Holocaust and Genocide Educator Workshop, Spring 2023

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Holocaust and Genocide Educator Workshop, Spring 2023

Entering Auschwitz and Approaching its Artifacts: A Virtual Tour and Discussion

By Gross Center for Holocaust and Genocide Studies

When and where

Date and time

Monday, May 8 · 8:15am - 3pm EDT


Ramapo College of New Jersey 505 Ramapo Valley Road Mahwah, NJ 07430

About this event

  • 6 hours 45 minutes
  • Mobile eTicket

Entering Auschwitz and Approaching its Artifacts: A Virtual Tour and Discussion

This workshop is open to all teachers and educators, particularly those working in schools and those responsible for teaching the histories of the Holocaust and genocide.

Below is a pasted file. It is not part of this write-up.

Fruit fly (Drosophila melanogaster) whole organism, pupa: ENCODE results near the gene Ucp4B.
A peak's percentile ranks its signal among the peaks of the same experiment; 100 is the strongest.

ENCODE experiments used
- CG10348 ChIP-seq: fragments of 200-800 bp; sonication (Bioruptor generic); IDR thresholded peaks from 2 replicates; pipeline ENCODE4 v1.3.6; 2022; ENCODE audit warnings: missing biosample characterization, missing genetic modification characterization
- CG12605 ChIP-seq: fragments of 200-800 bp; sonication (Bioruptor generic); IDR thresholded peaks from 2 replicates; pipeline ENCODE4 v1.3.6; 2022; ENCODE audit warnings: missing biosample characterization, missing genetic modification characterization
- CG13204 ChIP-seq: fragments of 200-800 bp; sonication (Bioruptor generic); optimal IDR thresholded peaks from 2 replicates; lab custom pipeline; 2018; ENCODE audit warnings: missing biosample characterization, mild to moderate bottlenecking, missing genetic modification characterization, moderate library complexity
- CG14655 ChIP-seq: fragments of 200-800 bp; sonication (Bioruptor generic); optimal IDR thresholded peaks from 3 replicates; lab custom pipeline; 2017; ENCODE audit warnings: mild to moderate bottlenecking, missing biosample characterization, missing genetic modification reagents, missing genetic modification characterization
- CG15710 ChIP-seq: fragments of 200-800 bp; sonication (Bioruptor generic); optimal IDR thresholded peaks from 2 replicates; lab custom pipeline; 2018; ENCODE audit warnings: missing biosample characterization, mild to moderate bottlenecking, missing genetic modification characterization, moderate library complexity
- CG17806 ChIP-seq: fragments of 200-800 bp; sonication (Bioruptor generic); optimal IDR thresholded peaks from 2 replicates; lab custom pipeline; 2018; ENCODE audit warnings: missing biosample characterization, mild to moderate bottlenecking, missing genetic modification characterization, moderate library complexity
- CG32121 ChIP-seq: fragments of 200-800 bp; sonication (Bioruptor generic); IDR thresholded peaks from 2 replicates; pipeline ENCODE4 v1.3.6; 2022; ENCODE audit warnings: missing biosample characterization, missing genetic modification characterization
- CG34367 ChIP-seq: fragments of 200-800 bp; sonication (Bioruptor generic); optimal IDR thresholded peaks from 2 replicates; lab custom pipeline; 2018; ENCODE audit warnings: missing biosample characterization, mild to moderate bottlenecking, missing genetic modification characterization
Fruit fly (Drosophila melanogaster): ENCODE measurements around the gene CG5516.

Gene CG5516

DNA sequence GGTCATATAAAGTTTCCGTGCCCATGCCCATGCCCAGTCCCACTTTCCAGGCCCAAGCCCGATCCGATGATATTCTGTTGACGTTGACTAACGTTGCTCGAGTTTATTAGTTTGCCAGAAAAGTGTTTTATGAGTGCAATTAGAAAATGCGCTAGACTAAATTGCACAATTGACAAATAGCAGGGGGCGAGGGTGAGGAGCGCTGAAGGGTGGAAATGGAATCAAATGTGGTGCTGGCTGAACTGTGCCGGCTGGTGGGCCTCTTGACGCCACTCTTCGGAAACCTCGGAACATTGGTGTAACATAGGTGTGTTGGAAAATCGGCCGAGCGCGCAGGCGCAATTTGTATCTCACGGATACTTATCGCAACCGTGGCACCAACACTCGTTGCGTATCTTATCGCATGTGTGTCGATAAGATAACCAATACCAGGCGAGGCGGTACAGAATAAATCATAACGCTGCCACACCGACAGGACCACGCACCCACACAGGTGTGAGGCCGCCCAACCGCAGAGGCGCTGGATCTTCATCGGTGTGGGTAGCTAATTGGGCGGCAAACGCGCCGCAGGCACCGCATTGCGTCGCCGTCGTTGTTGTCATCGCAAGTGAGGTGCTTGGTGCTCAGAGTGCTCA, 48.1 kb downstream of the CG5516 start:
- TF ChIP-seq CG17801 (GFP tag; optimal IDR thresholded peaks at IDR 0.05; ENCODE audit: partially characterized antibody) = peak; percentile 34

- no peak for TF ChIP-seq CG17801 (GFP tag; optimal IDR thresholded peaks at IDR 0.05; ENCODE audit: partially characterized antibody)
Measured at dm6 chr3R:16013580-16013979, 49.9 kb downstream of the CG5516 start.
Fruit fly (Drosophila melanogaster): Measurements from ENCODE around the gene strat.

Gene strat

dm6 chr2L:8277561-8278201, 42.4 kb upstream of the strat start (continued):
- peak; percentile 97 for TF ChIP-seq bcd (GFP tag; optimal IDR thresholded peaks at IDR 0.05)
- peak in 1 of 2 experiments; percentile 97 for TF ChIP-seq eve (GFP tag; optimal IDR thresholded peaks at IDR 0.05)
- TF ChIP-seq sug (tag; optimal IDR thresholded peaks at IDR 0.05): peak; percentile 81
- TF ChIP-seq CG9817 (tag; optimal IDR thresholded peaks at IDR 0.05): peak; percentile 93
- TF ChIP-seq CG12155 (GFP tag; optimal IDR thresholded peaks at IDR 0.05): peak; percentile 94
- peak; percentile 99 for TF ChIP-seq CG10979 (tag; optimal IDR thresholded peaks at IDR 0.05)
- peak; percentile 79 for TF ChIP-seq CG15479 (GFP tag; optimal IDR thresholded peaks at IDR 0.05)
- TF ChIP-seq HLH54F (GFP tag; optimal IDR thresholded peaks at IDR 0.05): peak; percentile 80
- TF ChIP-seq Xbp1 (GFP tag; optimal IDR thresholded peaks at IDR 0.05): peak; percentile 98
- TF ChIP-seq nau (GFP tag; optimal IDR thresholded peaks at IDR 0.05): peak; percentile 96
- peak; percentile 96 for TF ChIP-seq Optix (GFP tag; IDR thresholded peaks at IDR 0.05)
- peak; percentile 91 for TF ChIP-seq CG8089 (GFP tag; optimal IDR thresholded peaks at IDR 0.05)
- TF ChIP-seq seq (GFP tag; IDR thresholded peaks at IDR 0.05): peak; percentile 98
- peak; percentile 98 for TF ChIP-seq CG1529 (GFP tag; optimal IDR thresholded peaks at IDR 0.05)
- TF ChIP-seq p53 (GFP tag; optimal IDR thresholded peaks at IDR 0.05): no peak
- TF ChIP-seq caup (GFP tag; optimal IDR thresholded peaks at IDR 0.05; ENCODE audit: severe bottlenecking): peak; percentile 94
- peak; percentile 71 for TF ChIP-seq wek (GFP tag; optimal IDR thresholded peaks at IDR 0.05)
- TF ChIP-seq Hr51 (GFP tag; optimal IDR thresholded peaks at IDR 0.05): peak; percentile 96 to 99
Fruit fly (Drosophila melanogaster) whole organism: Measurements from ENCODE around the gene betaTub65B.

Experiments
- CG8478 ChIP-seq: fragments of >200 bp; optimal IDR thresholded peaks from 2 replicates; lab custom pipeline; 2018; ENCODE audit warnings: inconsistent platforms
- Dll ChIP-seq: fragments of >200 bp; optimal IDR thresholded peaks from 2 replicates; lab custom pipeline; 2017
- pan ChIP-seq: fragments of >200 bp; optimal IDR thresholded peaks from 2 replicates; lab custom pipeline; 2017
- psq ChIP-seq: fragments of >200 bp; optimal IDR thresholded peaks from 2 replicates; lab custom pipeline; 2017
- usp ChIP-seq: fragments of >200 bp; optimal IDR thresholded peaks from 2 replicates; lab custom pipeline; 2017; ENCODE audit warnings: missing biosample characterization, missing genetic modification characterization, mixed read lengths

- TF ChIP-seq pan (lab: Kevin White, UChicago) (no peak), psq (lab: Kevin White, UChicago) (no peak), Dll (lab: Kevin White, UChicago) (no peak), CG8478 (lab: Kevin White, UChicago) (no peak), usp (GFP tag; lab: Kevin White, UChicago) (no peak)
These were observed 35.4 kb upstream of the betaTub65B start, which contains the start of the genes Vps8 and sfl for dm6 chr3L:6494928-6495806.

There is no cost to participate. Breakfast, lunch, and coffee will be served.

Email holgen@ramapo.edu with any questions.


8:15 – 9:00 // Registration and Breakfast

9:00 – 9:15 // Director’s Welcoming Remarks

9:30 – 12:00 // Virtual Tour of Auschwitz

12:00 – 1:00 // Lunch and Time for Reflection

1:00 – 1:20 // Group Debriefing

1:20 – 2:45 // Artifact Centered Pedagogy Discussion

2:45 – 3:00 // Closing Remarks, Dr. Jacob Ari Labendz

3:15 – 3:45 // Optional Tour of the Gross Center Facilities

Virtual Tour